Jack always likes to show me how much hot air he has after.
Pure launching joy!
Pinching the pennies this summer? Wondering how you are going to make it through the summer with kids at home with no cash for camp or a vacation?
Here are a few ideas to make this summer fun on any budget:
1. Take a pool tour- Can't afford the local pool membership? Ask your friends if you might be able to join them as a guest or use their own pool. The trick is, ask a few friends. I know, it's total mooching but I bet your friends would be happy to relieve you from the heat wave that is summer. If this feels horribly presumptious, suggest a trade. Offer to trade for a meal delivered to their door or babysitting. Exchange pool time while picking up the mail, dog sitting/walking while they travel and wouldn't be using the pool anyway.
2. Invest in popsicles- Go straight to your local price club and buy mass amounts of Flav-or-ice or other kid favorite popsicles. Let your kids eat them for breakfast, lunch and dinner, well, maybe just for snacks. A lot of snacks. A little water, food coloring and sugar never hurt anyone right? These cheap treats will keep everyone happy and kids will say, "Remember the summer mom let us eat all those popsicles? That was awesome!".
3. Take advantage of the free stuff- Most movie theaters offer a free movie once a week before the regular shows. We pack away a tiny ziploc of candy, juice boxes and buy popcorn at the theater. Any bowlers in the family? Check out the cool program where kids can bowl free for the entire summer.
Most local parks and recreation centers have all kinds of great concerts and programming during the summer, look local.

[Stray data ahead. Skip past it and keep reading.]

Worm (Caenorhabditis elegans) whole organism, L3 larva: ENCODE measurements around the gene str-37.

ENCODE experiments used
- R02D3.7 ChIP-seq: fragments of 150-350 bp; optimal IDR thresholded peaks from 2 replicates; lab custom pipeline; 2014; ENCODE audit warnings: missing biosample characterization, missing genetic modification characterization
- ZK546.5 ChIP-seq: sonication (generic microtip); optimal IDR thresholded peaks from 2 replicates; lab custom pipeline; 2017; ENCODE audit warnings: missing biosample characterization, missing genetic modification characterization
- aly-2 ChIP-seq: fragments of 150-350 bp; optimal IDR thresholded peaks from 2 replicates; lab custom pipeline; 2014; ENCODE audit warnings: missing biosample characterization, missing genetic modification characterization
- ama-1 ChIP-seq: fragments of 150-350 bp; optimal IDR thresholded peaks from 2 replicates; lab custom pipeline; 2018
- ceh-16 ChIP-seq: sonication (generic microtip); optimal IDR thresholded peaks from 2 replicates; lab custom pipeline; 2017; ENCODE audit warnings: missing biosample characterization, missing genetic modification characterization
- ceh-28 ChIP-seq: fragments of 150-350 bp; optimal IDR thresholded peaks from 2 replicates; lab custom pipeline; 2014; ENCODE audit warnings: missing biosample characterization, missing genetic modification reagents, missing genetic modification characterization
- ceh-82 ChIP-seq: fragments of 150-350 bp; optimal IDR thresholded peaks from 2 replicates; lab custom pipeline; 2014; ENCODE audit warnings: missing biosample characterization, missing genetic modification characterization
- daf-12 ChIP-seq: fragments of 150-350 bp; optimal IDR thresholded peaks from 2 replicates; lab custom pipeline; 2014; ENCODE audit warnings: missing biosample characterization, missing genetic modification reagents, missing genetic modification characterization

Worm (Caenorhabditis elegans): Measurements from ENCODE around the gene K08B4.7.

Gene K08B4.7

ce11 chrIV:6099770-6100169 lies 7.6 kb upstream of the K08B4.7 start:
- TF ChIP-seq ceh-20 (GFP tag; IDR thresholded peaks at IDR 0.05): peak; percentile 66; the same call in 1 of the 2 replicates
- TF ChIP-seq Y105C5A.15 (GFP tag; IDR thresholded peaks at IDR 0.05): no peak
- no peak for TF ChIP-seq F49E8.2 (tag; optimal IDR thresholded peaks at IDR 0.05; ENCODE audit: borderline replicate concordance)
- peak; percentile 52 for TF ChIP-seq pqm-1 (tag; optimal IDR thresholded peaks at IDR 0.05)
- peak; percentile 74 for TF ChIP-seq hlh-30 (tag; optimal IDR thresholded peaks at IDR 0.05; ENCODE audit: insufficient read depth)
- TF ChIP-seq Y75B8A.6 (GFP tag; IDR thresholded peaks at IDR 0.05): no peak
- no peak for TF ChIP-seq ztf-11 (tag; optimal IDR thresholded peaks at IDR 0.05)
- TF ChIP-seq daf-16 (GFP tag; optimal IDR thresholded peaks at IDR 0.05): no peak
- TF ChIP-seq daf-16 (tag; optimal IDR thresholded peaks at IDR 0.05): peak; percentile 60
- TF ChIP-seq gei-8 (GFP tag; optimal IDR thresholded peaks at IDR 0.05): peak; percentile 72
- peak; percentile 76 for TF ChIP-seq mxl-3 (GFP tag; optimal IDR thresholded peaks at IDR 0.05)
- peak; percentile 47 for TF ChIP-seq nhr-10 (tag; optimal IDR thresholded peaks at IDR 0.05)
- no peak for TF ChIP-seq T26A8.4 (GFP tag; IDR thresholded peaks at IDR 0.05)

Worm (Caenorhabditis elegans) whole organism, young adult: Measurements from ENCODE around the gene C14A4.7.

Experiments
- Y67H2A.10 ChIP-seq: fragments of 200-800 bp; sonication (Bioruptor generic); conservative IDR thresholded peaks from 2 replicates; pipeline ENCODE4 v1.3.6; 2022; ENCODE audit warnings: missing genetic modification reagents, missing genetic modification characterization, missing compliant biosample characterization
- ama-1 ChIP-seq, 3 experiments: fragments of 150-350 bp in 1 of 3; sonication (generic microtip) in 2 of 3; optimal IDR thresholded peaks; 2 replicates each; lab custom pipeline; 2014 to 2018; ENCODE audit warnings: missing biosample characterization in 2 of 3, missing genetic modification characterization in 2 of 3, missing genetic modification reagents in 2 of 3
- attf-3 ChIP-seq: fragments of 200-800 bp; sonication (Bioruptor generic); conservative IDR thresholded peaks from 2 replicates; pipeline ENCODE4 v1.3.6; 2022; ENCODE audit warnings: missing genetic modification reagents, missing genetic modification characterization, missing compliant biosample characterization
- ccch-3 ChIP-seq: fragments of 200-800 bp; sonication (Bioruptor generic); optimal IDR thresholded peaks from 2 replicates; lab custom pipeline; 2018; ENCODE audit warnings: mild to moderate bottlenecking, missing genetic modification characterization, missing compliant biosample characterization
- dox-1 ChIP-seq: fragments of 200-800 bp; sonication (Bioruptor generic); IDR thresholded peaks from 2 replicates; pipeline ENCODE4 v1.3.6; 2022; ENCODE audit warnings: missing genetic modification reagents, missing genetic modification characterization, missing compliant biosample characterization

4. Pick something- Strawberries, blueberries, raspberries, oh my! Picking fruit and vegetables can be fun and save your grocery bill. There is nothing like being on a farm, grove or patch and picking your food right from the ground, bush or vine. Pick-your-own is a great site to help you find a farm near you.
5. Commune it up- We're all in this together. Gather your friends and gaggle of kids and do the summer together. Create your own at home camp with art activities, slip-n-slide, and afternoon movie showings. Kids will tribe up and parents will delight in the shared company. Prepare a meal together to split and send home for dinner and the day is done. Many hands make light work. It is the village at it's best.
Do you have any ideas for enjoying a thrifty summer? Share them with us in the comments.
I sort of have a black thumb, there might be one tiny shade of dark green but barely. It seems every plant I touch dies. I water too much or not enough, maybe it is just there are too many humans to take care of and other living things get the shaft. The funny part is, I love anything that is in the process of growing. My kids have been asking for quite some time if we could have a garden but since getting the lawn cut is a major challenge, we decided to start small.
I surprised them this weekend with gardening tools and eight hearty petunias.
They decided on the pattern and plan in which they would plant. Let's just say I've grown as a parent because it wasn't even, nor did the patterns match.
Lessons learned so far:
1. Let the kids pick. Kid decisions always invite investment in all forms.
From hauling those plants to the car all the way to clean up, every one will have more interest in the project.
2. Take advantage of teachable moments. (or not) There are about a gazillion science and life lessons associated with growing anything. You can use these opportunities to educate. If you are prone to squeezing lessons out of anything all the time, skip it and just get your hands dirty together and have fun.
3. Have a sprinkler party. This is the perfect time to end with something silly. Keep your regular clothes on and play in the sprinkler with your kids. I promise they will remember it forever.
Have you done any planting with your kids yet? Tell us your gardening tips for kids in the comments. Look for more gardening goodness on Friday when my kids and I set out to explore other families' gardens around town.
Check out our own PBS gardening expert Jamie Durie and all his great advice for gardening together. A very cute expert, I might add. Don't you think?